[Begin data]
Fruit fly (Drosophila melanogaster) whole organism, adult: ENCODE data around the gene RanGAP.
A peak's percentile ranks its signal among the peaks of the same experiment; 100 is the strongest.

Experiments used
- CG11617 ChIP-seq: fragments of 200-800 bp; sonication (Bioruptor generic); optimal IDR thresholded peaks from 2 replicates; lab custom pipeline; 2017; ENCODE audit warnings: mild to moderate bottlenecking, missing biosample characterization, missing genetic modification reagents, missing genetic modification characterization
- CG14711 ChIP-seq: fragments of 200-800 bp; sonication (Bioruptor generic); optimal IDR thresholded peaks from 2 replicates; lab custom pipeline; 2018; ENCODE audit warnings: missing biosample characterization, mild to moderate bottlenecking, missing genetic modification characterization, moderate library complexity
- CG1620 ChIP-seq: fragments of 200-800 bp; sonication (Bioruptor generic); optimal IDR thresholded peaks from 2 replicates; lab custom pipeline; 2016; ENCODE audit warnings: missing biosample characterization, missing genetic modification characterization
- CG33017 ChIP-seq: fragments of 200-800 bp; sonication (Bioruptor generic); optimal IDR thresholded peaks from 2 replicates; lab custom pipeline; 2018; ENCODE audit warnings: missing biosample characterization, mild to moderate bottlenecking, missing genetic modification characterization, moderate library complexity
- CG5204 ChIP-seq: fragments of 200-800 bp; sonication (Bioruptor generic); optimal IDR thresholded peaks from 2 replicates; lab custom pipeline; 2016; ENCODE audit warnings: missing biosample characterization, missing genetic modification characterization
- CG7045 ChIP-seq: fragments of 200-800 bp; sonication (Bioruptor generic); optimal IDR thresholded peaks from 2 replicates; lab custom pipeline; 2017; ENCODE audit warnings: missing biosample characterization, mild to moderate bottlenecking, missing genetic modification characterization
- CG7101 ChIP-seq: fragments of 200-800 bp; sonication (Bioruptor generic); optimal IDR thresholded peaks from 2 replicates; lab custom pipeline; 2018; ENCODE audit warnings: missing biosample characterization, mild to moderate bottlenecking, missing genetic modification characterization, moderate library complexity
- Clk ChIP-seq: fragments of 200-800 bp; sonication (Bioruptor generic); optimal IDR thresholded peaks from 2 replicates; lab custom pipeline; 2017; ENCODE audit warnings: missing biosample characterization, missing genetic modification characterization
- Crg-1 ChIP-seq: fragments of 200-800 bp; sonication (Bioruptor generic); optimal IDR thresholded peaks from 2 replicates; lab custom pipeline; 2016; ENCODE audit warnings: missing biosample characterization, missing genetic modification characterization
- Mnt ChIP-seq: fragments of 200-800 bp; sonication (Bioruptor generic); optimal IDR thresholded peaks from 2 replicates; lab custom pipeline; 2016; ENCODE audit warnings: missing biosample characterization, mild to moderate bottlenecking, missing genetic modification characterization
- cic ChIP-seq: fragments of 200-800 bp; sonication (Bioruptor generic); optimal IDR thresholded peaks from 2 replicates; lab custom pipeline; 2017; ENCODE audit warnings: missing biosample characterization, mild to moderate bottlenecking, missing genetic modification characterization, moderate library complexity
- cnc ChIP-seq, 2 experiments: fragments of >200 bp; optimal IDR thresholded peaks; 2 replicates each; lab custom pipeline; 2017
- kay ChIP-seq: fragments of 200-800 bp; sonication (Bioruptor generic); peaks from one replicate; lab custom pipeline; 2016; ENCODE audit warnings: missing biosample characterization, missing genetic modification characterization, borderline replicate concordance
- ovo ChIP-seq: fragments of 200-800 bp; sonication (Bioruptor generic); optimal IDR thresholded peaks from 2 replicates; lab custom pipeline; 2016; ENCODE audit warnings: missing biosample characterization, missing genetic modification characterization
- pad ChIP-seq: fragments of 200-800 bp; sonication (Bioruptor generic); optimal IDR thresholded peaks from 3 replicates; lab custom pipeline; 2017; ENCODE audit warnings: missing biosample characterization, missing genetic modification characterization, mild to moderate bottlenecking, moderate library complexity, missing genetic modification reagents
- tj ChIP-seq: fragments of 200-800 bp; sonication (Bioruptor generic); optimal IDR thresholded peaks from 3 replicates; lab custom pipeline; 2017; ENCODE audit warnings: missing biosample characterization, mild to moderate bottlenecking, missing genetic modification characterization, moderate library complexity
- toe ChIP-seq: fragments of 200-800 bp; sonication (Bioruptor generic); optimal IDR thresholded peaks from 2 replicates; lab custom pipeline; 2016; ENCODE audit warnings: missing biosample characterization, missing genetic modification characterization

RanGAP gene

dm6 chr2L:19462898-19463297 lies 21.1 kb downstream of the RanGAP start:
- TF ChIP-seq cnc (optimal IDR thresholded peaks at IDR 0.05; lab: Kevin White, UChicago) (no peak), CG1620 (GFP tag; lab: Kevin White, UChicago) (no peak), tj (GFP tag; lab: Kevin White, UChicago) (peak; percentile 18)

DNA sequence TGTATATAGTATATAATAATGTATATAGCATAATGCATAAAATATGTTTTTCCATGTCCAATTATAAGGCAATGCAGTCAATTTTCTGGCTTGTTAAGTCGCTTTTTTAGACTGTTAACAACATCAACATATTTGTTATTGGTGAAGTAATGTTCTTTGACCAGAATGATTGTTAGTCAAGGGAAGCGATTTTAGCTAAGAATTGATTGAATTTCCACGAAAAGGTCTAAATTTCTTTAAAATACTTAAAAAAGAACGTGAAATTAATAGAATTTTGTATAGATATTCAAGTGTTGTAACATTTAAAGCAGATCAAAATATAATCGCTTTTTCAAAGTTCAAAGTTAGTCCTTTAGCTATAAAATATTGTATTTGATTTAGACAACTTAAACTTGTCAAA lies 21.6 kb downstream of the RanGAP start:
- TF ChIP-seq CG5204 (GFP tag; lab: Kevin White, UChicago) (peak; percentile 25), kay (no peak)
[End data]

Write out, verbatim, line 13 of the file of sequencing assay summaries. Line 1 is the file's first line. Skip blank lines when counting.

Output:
- Mnt ChIP-seq: fragments of 200-800 bp; sonication (Bioruptor generic); optimal IDR thresholded peaks from 2 replicates; lab custom pipeline; 2016; ENCODE audit warnings: missing biosample characterization, mild to moderate bottlenecking, missing genetic modification characterization